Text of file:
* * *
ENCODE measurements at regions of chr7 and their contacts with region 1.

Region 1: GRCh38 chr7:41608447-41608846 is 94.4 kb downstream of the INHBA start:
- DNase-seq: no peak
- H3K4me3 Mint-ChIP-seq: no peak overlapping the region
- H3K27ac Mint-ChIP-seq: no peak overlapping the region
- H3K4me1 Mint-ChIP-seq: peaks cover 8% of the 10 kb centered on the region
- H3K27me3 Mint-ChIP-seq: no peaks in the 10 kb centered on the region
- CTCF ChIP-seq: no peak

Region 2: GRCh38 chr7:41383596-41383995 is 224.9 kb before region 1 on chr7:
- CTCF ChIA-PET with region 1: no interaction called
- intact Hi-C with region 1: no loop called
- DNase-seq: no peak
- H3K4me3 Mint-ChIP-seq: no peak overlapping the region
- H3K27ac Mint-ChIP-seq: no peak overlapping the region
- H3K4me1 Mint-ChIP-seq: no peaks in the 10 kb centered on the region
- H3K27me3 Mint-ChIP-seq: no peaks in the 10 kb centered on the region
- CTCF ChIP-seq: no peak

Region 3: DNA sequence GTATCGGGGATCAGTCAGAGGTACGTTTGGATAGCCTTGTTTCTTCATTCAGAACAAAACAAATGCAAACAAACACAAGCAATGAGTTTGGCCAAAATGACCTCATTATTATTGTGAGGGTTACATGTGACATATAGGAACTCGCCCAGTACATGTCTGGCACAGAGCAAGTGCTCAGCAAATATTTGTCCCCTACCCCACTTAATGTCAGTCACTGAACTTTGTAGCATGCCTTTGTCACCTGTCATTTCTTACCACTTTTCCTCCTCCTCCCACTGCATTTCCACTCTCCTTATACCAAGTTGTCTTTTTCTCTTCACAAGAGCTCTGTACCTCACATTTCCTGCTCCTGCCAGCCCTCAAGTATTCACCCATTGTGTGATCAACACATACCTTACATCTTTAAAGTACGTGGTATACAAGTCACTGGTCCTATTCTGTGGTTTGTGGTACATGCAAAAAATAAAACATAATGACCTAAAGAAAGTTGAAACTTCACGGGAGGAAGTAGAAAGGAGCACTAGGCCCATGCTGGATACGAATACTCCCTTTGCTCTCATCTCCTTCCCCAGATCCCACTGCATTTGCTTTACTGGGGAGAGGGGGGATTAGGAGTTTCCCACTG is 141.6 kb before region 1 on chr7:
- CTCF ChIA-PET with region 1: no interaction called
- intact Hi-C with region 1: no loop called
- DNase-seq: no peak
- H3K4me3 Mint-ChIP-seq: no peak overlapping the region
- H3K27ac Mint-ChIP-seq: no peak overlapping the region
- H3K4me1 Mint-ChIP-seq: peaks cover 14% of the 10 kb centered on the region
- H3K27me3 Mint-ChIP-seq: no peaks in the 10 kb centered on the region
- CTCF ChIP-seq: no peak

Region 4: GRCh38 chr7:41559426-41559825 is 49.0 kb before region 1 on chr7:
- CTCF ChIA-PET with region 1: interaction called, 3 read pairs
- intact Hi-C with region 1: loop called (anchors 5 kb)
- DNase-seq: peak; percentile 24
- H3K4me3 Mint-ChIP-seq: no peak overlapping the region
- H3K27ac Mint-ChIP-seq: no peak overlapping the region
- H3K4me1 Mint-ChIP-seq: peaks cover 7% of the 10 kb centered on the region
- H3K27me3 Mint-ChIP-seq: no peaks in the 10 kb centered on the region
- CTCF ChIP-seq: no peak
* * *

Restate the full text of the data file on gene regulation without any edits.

ENCODE measurements at regions of chr7 and their contacts with region 1.

Region 1: GRCh38 chr7:41608447-41608846 is 94.4 kb downstream of the INHBA start:
- DNase-seq: no peak
- H3K4me3 Mint-ChIP-seq: no peak overlapping the region
- H3K27ac Mint-ChIP-seq: no peak overlapping the region
- H3K4me1 Mint-ChIP-seq: peaks cover 8% of the 10 kb centered on the region
- H3K27me3 Mint-ChIP-seq: no peaks in the 10 kb centered on the region
- CTCF ChIP-seq: no peak

Region 2: GRCh38 chr7:41383596-41383995 is 224.9 kb before region 1 on chr7:
- CTCF ChIA-PET with region 1: no interaction called
- intact Hi-C with region 1: no loop called
- DNase-seq: no peak
- H3K4me3 Mint-ChIP-seq: no peak overlapping the region
- H3K27ac Mint-ChIP-seq: no peak overlapping the region
- H3K4me1 Mint-ChIP-seq: no peaks in the 10 kb centered on the region
- H3K27me3 Mint-ChIP-seq: no peaks in the 10 kb centered on the region
- CTCF ChIP-seq: no peak

Region 3: DNA sequence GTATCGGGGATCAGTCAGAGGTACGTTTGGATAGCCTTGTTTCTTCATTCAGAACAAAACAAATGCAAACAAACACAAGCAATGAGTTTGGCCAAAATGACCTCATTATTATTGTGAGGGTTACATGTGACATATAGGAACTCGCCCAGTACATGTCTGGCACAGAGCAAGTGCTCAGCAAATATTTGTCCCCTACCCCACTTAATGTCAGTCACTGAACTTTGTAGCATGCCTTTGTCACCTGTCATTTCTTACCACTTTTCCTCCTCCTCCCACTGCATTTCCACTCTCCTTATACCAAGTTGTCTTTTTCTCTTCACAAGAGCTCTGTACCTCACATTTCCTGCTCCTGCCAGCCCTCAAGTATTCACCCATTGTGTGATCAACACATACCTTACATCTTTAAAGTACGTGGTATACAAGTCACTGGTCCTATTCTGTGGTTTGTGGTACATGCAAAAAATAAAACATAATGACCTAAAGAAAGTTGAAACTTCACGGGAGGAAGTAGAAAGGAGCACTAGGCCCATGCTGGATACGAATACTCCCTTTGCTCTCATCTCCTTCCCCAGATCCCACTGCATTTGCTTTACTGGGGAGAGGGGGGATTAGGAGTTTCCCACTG is 141.6 kb before region 1 on chr7:
- CTCF ChIA-PET with region 1: no interaction called
- intact Hi-C with region 1: no loop called
- DNase-seq: no peak
- H3K4me3 Mint-ChIP-seq: no peak overlapping the region
- H3K27ac Mint-ChIP-seq: no peak overlapping the region
- H3K4me1 Mint-ChIP-seq: peaks cover 14% of the 10 kb centered on the region
- H3K27me3 Mint-ChIP-seq: no peaks in the 10 kb centered on the region
- CTCF ChIP-seq: no peak

Region 4: GRCh38 chr7:41559426-41559825 is 49.0 kb before region 1 on chr7:
- CTCF ChIA-PET with region 1: interaction called, 3 read pairs
- intact Hi-C with region 1: loop called (anchors 5 kb)
- DNase-seq: peak; percentile 24
- H3K4me3 Mint-ChIP-seq: no peak overlapping the region
- H3K27ac Mint-ChIP-seq: no peak overlapping the region
- H3K4me1 Mint-ChIP-seq: peaks cover 7% of the 10 kb centered on the region
- H3K27me3 Mint-ChIP-seq: no peaks in the 10 kb centered on the region
- CTCF ChIP-seq: no peak